Growing up in the 80s and 90s, I remember video games being considered a "boy thing." This was just marketing -- of course girls liked gaming too. Sadly, games that were designed for girls were often terrible. It seemed like developers thought they could use, say, Barbie as a way to sell garbage games to this particular demographic. The truth is, girls enjoyed playing the same games as boys -- Super Mario Brothers, Street Fighter, etc. Ultimately, there was no need to market games based on the player's gender.
These days, the old stereotypes are largely gone, though not entirely. Seeing a girl or woman play a video game should be unremarkable, although there are still trolls that feel threatened by it and harass female gamers. In other words, there is still work to do. Thankfully, as time marches on, girls are being increasingly empowered to embrace video games. Today, wildly popular doll-seller American Girl unveils a really cool accessory kit that reinforces the fact that girls can enjoy gaming. The "Xbox Gaming Set," as it is called, lets the owner turn their doll into a gamer. How cool is that?
Google has never really shown much interest in podcasts -- despite their age and popularity -- but today this changes. The company has launched a new Android app called simply Google Podcasts complete with ubiquitous AI for personalized suggestions.
Available in 47 languages, the app currently provides access to a collection of around two million podcasts, but this number is likely to grow very quickly. Google boasts of integration with Google Assistant and Google Home, the main benefit of which is being able to start a podcast on one device and continue on another.
Apple has been hit with an AUS $9 million ($6.7 million) fine for misleading customers in Australia. More than two years ago Apple started to "brick" iPhones that had been fixed at non-authorized third-party repairers, generating an Error 53.
Apple admitted to intentionally preventing certain repaired iPhones and iPads from working for security reasons, but later apologized and issued a fix. However, the Australian Competition and Consumer Commission (ACCC) sued Apple for "misleading or deceptive conduct", and now an Australian court has hit the iPhone-maker with a multi-million dollar fine
Over the past decade, DevOps techniques have helped to transform software development teams with a new and more agile approach.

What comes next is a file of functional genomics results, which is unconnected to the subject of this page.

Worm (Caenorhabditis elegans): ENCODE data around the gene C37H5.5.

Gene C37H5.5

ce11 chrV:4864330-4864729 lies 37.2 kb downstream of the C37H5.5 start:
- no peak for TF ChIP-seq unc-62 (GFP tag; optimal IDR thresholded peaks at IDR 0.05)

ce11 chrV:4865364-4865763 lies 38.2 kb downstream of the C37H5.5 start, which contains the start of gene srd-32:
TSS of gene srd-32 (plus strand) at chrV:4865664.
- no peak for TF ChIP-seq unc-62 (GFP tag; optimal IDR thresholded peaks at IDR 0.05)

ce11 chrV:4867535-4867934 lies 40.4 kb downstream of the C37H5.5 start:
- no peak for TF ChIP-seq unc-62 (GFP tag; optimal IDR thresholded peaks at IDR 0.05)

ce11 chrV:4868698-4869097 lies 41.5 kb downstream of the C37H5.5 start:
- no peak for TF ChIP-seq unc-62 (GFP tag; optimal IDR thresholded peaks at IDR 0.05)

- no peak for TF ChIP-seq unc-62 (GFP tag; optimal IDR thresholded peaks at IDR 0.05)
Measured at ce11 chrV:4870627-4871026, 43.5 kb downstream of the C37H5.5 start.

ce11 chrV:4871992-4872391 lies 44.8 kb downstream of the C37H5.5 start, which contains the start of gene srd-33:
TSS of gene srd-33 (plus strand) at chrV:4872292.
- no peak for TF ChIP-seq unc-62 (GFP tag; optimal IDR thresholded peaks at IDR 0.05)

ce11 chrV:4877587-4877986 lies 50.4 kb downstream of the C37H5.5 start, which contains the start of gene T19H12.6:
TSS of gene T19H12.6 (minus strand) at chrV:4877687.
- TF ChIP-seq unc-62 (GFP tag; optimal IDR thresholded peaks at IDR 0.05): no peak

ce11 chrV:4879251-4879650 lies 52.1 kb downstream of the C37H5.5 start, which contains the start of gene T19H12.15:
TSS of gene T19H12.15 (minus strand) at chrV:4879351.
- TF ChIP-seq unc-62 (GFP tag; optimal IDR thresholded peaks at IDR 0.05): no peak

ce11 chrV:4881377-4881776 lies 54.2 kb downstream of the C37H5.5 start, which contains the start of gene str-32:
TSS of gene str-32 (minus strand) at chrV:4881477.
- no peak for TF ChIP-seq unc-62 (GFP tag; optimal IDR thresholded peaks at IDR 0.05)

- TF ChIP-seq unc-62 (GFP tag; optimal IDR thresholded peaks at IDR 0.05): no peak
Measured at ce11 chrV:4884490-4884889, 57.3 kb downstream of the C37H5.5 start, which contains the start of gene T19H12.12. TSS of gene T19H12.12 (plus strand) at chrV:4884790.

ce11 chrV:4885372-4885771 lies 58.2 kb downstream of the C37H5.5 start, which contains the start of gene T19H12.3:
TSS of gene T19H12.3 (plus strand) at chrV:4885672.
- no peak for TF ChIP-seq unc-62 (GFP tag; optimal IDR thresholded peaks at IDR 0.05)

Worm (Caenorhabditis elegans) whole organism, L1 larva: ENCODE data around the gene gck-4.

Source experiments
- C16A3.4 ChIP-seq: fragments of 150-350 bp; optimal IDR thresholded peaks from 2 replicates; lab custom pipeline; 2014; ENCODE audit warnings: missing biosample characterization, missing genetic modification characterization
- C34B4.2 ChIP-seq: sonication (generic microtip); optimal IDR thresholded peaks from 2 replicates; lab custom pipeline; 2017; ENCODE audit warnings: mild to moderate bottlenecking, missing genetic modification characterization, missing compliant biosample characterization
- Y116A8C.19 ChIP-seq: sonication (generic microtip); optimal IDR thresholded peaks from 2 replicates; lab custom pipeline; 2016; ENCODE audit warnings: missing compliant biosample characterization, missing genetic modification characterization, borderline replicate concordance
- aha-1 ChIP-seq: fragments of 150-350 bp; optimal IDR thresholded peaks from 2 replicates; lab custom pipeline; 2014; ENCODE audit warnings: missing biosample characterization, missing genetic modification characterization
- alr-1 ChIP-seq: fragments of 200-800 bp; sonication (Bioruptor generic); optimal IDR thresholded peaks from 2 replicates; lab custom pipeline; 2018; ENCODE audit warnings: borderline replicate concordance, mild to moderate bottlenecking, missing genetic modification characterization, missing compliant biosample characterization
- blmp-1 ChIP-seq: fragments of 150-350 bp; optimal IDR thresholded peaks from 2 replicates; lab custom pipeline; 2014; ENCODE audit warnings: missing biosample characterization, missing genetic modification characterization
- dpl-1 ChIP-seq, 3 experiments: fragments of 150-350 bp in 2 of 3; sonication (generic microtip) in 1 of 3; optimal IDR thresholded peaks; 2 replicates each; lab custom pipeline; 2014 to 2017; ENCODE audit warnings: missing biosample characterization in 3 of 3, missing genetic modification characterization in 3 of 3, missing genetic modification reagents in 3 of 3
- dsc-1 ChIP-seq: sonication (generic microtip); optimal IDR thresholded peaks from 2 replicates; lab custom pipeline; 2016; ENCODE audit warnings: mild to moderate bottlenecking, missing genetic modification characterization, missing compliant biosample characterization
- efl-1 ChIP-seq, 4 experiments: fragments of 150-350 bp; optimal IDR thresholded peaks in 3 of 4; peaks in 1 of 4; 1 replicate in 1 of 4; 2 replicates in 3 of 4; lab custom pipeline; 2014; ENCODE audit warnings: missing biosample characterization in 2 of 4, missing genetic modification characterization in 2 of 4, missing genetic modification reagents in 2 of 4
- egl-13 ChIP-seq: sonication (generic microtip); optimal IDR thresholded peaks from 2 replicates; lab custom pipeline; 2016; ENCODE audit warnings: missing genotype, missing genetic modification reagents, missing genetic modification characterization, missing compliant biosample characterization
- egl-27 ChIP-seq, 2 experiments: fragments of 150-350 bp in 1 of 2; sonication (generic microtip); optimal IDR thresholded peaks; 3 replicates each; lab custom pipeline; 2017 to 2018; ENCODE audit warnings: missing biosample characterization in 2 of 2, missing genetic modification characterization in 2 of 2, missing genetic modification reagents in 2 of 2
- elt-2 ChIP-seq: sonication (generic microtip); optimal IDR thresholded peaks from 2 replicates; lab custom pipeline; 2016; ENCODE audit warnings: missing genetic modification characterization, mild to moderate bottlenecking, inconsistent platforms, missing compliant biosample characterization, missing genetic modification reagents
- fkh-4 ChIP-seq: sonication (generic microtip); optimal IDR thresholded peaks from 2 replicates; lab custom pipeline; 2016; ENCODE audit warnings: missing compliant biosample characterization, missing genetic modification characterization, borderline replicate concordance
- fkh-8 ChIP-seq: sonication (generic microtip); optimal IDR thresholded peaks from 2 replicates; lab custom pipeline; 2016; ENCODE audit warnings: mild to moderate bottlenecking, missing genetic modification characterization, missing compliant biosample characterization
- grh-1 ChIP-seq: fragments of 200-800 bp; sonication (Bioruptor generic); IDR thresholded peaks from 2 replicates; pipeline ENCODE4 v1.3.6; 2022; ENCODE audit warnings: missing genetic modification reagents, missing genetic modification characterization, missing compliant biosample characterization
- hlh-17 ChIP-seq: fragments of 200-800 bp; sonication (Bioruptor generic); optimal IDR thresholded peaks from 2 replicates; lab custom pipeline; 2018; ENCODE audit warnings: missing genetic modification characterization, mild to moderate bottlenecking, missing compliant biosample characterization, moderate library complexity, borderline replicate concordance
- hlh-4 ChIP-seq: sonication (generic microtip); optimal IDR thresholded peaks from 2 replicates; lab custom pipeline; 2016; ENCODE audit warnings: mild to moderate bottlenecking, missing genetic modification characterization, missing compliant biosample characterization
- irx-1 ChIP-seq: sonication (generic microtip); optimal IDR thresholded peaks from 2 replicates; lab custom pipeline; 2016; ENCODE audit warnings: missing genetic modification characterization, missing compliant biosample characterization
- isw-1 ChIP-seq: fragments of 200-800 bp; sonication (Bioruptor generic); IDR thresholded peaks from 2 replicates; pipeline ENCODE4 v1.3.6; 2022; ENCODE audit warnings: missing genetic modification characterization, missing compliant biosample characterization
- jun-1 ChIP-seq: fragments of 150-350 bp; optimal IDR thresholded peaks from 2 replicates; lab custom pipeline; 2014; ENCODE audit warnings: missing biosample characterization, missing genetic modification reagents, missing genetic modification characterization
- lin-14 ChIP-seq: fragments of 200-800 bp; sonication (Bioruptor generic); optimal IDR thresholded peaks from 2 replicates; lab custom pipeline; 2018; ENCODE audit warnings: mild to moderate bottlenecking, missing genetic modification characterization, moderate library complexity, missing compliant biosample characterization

But now companies are starting to move beyond the standard DevOps approach in what is being called 'Day 2' DevOps, a world that emphasizes scalability and teamwork. In such environments, development teams shift one way, operations teams shift the other and together they can deliver and manage multiple, complex applications at the same time.
Website attacks increased 14 percent in the first quarter of 2018 compared to the final quarter of 2017 as cybercriminals set their sights on independent websites and small businesses.
Figures from website security specialist SiteLock show that one percent of sampled sites are infected at any one time. This may not sound much, but it means 18.7 million sites are infected.
When it comes to Wi-Fi, we are living in very exciting times. It used to be that the majority of homes -- regardless of size -- had one router. Then, depending on needs, people would piecemeal various range extenders and repeaters that would maybe work well. Worst of all, routers of yesteryear were not only slow, but woefully unreliable -- they often required rebooting. I recall TV show South Park once had a joke where the entire internet was fixed by unplugging the power from a giant router and then plugging it in again.
These days, however, many routers are rock solid, requiring a reboot almost never. They are insanely fast too, usually offering performance that surpasses the user's internet speed. The greatest innovation for home networking in recent memory, however, is mesh. If you aren't familiar, this is where several access points work together to blanket a home in Wi-Fi. There are many great mesh offerings on the market, and today, TP-Link unveils its latest. Called "Deco M9 Plus," it is a small disc-shaped Tri-Band access point that offers AC2200 performance -- an upgrade to the existing non-plus version.